Anonymous said...

Ding, ding, ding...We have a hater in the house.

Anonymous said...

@Anon 8:22 aka Hater - if my thinking is correct, there is no way that $325K is all they need to get this place going, that's a low number. I'm sure that they already have other funds/equity. Companies/Business get money from many sources (ex. stocks, bonds, owners contributions). This is probably only one source.

heyktb said...

i don't get it...where is the return?

Dave b said...

Maryland residents need not apply?

Regardless I can't wait to eat ramen served in a sneaker that I get to keep at 4 am while listening to video game music

Anonymous said...

I read through some of the offer documents and it's not clear to me how this works. There appears to be a clause that allows the owners to buy back your "shares" whenever they want, as well as a provision for members to be asked/required to contribute further funds under certain circumstances. I'm no lawyer but it looks like a whole lot of CYA without much information about how profits would be realized, or how investors could choose the time and/or manner of cashing out.

I'd love to hear a lawyer or investor opinion about this. I was pretty excited about this upfront but after reading through the documents I'm less so.

Anonymous said...

Lots of management type fees too. I'm passing.

Anonymous said...

wish them the best but without seeing budget and forecast figures, I'd pass.

Anonymous said...

I like the idea. It definitely needs to be more clear on their website...yeah it just reads/screams ponzi scheme.

Anonymous said...

This is a super interesting idea, but surely the cost of servicing dozens or...hundreds? of shareholders would eat up the potential return. How are they planning on administering this?

Even at 10% yearly ROI, that's less than $40,000 total- and surely they'd need to pay somebody this much in salary and benefits to administer an investment group of potentially several hundred people. I'd love to have somebody from Fundrise come on here and answer all the questions raised.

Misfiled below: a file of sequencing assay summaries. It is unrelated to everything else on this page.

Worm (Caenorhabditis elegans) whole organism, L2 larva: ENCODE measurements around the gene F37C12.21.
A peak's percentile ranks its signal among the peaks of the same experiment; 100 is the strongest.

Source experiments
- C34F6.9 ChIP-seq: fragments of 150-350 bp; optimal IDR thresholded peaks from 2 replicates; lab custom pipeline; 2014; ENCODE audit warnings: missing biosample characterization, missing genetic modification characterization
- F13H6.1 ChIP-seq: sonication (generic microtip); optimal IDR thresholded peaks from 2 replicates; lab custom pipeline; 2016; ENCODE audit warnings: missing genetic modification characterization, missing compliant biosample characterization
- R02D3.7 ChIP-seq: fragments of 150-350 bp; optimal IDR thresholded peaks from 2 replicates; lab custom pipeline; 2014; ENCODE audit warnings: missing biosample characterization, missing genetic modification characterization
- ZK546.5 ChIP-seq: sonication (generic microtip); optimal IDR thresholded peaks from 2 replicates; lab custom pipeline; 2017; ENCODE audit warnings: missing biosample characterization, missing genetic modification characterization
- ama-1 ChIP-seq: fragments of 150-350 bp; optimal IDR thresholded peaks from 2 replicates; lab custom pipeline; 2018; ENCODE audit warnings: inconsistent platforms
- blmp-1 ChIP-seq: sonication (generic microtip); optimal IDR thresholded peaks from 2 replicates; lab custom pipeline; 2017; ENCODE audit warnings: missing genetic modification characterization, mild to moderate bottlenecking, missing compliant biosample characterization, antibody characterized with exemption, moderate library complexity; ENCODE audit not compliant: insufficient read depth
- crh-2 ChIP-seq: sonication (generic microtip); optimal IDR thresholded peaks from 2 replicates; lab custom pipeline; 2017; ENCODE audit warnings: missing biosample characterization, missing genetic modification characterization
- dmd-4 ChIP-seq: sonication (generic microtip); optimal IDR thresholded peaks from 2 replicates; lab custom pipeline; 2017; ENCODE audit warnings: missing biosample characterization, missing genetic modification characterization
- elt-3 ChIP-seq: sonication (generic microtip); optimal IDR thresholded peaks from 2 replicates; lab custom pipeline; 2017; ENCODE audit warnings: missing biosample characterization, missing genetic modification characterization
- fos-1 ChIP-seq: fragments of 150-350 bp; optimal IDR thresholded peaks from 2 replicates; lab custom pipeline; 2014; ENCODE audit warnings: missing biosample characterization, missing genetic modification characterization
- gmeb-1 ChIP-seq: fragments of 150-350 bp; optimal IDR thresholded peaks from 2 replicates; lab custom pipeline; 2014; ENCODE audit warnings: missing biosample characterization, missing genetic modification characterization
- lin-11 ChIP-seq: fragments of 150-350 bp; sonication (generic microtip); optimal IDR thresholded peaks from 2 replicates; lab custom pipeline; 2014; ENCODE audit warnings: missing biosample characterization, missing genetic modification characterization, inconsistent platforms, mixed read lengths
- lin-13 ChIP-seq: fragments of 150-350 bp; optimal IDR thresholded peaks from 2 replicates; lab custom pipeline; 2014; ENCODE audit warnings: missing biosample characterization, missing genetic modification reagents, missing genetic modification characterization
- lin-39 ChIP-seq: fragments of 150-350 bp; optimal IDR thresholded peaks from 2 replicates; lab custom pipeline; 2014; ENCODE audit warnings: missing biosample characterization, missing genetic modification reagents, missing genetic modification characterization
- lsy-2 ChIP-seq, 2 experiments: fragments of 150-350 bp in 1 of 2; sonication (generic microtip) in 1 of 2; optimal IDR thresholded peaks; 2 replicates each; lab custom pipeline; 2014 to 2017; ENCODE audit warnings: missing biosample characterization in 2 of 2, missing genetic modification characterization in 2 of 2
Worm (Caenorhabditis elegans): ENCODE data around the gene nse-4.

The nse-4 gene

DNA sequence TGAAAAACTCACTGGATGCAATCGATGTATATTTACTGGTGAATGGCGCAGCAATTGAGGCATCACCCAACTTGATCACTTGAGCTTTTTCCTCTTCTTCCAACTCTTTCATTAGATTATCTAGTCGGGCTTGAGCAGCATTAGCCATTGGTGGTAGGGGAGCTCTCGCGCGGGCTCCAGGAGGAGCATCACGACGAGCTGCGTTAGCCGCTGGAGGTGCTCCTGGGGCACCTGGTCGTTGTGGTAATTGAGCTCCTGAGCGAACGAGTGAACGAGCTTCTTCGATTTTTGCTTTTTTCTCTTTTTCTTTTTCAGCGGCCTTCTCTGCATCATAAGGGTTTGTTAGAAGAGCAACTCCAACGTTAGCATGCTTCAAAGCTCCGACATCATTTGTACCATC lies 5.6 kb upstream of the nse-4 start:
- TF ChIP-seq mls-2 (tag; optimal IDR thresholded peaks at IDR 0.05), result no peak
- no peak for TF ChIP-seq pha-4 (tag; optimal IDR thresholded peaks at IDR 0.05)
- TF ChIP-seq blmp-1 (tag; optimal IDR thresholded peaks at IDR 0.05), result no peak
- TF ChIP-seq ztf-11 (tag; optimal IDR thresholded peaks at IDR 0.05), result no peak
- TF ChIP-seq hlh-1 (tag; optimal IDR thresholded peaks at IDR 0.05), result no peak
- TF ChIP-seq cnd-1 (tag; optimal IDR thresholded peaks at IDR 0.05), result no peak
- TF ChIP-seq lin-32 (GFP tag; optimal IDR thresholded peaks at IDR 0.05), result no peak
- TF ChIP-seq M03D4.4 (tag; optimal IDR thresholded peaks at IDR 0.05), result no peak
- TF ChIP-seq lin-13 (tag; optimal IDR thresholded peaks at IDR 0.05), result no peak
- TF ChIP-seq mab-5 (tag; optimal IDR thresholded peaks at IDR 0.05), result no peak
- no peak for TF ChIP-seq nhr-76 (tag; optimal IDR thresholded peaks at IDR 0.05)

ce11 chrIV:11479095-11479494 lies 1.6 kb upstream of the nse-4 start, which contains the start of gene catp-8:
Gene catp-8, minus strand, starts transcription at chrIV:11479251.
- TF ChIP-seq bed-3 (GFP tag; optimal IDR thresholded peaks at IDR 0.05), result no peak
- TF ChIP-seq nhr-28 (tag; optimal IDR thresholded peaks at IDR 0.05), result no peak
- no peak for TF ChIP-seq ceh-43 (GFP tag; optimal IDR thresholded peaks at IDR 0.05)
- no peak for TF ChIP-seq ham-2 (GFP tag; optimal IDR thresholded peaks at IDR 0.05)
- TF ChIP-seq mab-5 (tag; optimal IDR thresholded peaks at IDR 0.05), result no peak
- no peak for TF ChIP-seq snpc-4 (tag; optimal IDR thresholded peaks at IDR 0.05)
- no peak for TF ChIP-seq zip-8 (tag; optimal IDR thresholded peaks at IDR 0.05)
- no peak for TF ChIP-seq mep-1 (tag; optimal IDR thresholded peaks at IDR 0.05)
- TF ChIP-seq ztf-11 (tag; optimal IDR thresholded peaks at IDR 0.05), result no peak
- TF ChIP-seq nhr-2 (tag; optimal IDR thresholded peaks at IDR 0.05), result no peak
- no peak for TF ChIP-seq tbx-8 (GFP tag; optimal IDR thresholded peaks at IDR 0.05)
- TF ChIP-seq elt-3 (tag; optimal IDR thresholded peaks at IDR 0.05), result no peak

Unknown said...

We created Fundrise to allow the community to invest in real estate and businesses in their neighborhood and to help drive development decisions. We thought H Street was a great place to start since it has such an active community and history of supporting local development and business.

Raising money from the public has been more costly and slower than traditional methods, but we want to develop local, direct investment as an alternative source of capital since we believe in the power of having local investors support local business.

We're happy to discuss the investment in more detail--email us at support@fundrise.com or message us at @FundriseSupport with any questions. We make sure to respond to every email so don’t hesitate to reach out.

In terms of administrative fees, they're set at 1% of equity raised. We've applied technology to create an organized accounting and investor management system, creating scale at the back end to keep costs low. In addition, Fundrise is a direct investment platform—direct from user to the property without any middlemen—so we believe the investment has lower fees than traditional Wall Street real estate investments.

Again, please email us with any questions! We hope to have you all as investors in our first Fundrise offering.

Co-Founder | Fundrise

Anonymous said...

Even with the buzzword-filled explanation, I don't see how Fundrise is better than (or even as good as) Lending Club or other microloan sites. At least there, I'm very assured that I'll see a return and I'm able to view lots of information (employment, credit info) of applicants looking for cash. And, while it's not an investment site, Kickstarter provides some kind of instant reward.

Anonymous said...

Still wondering why it's not open to Maryland residents. Don't they want our money?